Nothing lasts forever – especially not in the realm of hardware. If your Smartphone, Tablet or hard drive has long passed its prime and you have already made plans to sell it, you should make sure to thoroughly delete all data first. Here's how to do that for each individual device.

A study from 2012 found that a whopping 65% of all second hand hard drives are sold without scrubbing the data on it. While this might seem like a minor mishap at first, it actually poses a serious security risk for the seller if the device falls into the wrong hands. After all, any decent recovery tool can easily retrieve sensitive files containing social security numbers, passwords or bank account information within minutes. To prevent that from happening, its a good idea to consult specialized removal programs that can securely wipe possibly compromising information from your hard drive, laptop, smartphone, tablet, USB stick or SSD. Here's how to use them and what to keep in mind for each device. See also: How to clean up your PC for maximum performance

1. How safe are the standard deleting options?

Depending on the operating system of your soon-to-be-sold device, you might not need to resort to third party tools to do the job. That's why, in this section, we'll give an overview of the all the deletion options offered to users by default and explain how viable they are. If you want to jump straight into the action and see how to erase your files with dedicated tools however, head on to page 2 of this guide.

Deleting files while in Windows: It is common knowledge that Windows makes use of a two step deletion system: Redundant files first make their way into the recycle bin, typically located on the desktop, and can subsequently be irreversibly thrown off the system from there. What many users are not aware of however, is that this method actually doesn't delete the file from your hard drive at all – it just deletes all references to it.

This is due to the so-called “Master File Table” (MFT) of Windows, which is a hidden index that links files to their dedicated position on the hard drive and could thus be described as the table of contents for the whole partition. If the recycle bin is emptied, Windows turns to the MFT and simply removes the corresponding entry for the deleted files, thus losing access to the data without actually bothering to delete it.

While this form of deletion is quick and user-friendly on the one hand, it is easily reversible on the other one: Freely available recovery tools like Recuva can skim through the long stream of unreferenced data and re-establish “lost” files in a matter of minutes. Therefore, don't be lured into a false sense of security by emptying your recycle bin and always make sure to additionally clean up your hard drive with a more thorough approach.

Formatting with Windows: While relying on the Windows UI to ensure the safe removal of your data is a disaster waiting to happen, the formatting function is quite a different matter. Depending on which option you choose and what operating system you work with, it can either eradicate any trace of your data forever, or leave it lying on the hard drive in the same manner as the recycle bin.

By initializing the Windows formatting function, you will first get to choose from two different methods: Quick format and full format. The former is quite useless for our case, as it will merely delete the entries from the MFT file while leaving the data structure of the files themselves intact.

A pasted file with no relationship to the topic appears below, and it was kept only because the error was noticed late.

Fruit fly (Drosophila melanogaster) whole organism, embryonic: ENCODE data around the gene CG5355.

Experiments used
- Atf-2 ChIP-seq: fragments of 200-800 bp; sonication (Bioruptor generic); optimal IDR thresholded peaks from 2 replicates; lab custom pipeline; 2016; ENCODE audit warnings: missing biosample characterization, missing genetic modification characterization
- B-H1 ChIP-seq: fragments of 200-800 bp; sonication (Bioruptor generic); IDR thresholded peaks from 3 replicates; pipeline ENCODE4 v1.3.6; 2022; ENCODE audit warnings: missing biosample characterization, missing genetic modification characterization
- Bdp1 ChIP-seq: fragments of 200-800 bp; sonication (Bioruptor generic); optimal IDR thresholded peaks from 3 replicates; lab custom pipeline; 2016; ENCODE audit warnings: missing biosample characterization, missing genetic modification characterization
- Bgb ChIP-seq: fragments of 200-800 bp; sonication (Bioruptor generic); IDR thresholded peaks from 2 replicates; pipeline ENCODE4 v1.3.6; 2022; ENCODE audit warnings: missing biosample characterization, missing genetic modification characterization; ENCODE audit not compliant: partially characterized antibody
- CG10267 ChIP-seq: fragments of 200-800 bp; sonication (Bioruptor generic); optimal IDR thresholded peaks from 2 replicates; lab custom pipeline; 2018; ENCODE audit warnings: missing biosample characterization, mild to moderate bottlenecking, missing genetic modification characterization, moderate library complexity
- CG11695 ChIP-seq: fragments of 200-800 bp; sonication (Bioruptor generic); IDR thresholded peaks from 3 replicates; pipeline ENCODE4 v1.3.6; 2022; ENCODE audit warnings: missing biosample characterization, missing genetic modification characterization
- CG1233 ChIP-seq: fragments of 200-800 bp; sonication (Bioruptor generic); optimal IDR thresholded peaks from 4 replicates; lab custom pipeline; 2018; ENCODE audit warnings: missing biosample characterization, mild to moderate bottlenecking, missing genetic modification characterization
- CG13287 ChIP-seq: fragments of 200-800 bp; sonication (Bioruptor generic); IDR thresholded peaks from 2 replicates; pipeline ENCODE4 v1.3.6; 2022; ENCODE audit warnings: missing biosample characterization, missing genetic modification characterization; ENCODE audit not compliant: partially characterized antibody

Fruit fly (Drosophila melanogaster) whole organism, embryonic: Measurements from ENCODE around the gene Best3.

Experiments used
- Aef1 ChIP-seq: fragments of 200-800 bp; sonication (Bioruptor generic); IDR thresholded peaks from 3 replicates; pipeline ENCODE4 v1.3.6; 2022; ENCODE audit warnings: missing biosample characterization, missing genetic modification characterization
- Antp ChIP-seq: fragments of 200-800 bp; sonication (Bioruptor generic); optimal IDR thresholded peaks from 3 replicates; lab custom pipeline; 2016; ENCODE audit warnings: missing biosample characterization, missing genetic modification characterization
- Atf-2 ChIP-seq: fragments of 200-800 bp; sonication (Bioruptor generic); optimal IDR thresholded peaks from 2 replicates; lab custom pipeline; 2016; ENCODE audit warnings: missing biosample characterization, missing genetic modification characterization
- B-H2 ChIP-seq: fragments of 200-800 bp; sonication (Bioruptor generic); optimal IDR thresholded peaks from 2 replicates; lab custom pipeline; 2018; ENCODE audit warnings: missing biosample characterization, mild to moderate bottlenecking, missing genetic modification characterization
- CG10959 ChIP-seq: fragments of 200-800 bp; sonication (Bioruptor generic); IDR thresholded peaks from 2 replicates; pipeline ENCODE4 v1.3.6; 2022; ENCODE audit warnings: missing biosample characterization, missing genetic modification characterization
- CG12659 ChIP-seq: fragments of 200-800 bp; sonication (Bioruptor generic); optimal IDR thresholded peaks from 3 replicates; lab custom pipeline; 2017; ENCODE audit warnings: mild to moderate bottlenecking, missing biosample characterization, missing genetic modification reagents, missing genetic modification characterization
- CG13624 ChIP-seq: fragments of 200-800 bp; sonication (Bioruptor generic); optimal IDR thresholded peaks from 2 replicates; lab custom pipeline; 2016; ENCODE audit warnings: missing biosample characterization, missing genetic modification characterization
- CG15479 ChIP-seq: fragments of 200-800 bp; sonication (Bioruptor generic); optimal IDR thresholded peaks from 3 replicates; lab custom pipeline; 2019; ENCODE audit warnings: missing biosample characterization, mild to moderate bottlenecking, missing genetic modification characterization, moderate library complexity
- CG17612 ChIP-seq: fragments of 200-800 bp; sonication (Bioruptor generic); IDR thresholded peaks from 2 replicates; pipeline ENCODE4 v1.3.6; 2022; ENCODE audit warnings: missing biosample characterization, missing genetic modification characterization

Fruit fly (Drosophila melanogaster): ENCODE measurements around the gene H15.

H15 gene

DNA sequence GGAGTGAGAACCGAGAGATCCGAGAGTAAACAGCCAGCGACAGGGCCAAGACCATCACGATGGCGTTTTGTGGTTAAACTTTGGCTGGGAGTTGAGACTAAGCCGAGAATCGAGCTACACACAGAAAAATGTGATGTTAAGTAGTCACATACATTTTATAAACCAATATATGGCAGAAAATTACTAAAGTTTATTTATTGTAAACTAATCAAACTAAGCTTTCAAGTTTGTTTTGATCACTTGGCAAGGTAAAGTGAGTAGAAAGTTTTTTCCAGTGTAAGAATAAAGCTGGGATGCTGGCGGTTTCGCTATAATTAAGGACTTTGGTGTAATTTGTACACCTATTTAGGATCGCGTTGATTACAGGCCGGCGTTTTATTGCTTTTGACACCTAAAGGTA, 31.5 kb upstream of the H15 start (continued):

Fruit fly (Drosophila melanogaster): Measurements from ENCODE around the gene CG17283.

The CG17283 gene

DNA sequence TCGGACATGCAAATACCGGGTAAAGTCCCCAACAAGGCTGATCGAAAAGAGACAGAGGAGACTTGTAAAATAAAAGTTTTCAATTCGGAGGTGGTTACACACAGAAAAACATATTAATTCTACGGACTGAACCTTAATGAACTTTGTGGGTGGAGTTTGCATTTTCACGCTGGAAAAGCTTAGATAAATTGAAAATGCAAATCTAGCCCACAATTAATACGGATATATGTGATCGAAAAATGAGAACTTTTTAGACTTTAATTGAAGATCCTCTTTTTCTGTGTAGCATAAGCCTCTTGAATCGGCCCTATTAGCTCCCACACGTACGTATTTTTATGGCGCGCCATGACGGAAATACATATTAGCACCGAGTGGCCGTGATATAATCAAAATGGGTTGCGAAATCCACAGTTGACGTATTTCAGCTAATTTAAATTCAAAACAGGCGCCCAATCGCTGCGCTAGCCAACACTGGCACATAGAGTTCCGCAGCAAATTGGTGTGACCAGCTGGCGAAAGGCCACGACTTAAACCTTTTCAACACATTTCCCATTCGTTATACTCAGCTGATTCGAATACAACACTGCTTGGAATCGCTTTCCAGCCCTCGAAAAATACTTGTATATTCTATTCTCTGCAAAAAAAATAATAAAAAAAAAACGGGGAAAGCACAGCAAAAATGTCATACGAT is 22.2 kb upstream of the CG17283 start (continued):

The latter option is not quite as easy to dismiss: If you are still using Windows XP, the full format option basically functions like a quick format in disguise, with the addition of a quick scan for bad sectors on your hard drive (not recommended). In Windows Vista and Windows 7 however, choosing the full format will indeed overwrite your whole hard drive with zeroes, thus making a recovery impossible. Using this option is therefore a viable alternative to third party tools.

Also take a look at: How to install a Windows 8 upgrade on an empty hard drive

Deleting files from the iPhone and the iPad: Apple uses the file system HFC+ on both devices. In a nutshell, this means that files on Apple devices are handled quite similarly to files in Windows: Upon deletion, they are moved to a hidden folder called “Trash” and once this folder is emptied, all contained files are marked as deleted and discarded. Naturally, they are just as easily recovered from the abyss as they would be under Windows, so that this function should be used with caution.

Deleting files from Android: Up to version 2.2, Android makes us of the unconventional YAFFS system („Yet Another Flash File System“), which records all modifications to files in the form of a log (with the newest changes being added at the very bottom). This includes operations like renaming, moving and even deleting, in which case Android will leave a corresponding note at the end of said log without overwriting the actual data.

Luckily, all remaining file leftovers will eventually be wiped of your Smartphone's storage by Android's “Garbage Collector”. According to a study by the ETH Zürich, deleted files survive for an average 44 hours after being deleted (as long as the smartphone is in use), thus almost nullifying the risk of data recovery.

Every since version 2.3, Android uses the more conventional file system Ext4. This functions quite similarly to Windows and handles the deletion of files in almost the same manner.

Doing a factory reset: A great number of Notebooks, Smartphones and Tablets hide a factory reset function within their operating system. Sounds great – but what this function exactly entails differs from device to device. In some cases, your hard drive will be formatted and an out-of-the-box version of your OS reinstalled. Others might just reinstall a new version of your OS immediately without bothering to delete the old files. To be safe, either look up the exact scope of the factory reset of your respective device, or rely on specialized tools as described in step 2.

Read on page two of this guide how to delete files with specialized tools.

2. How to delete files for good

Whether it be on Android, iOS or Windows - there is only one software-based method to banish files into non-existence: By overwriting their allocated space (or cells) on your memory medium with a different set of data. And since our guide doesn't advocate the use of jackhammers or bonfires to dispose of sensitive data, every method listed in the following paragraphs is ultimately based on just that approach. Naturally, this isn't to say that there's nothing else to worry about when overwriting your data - here how to do it properly.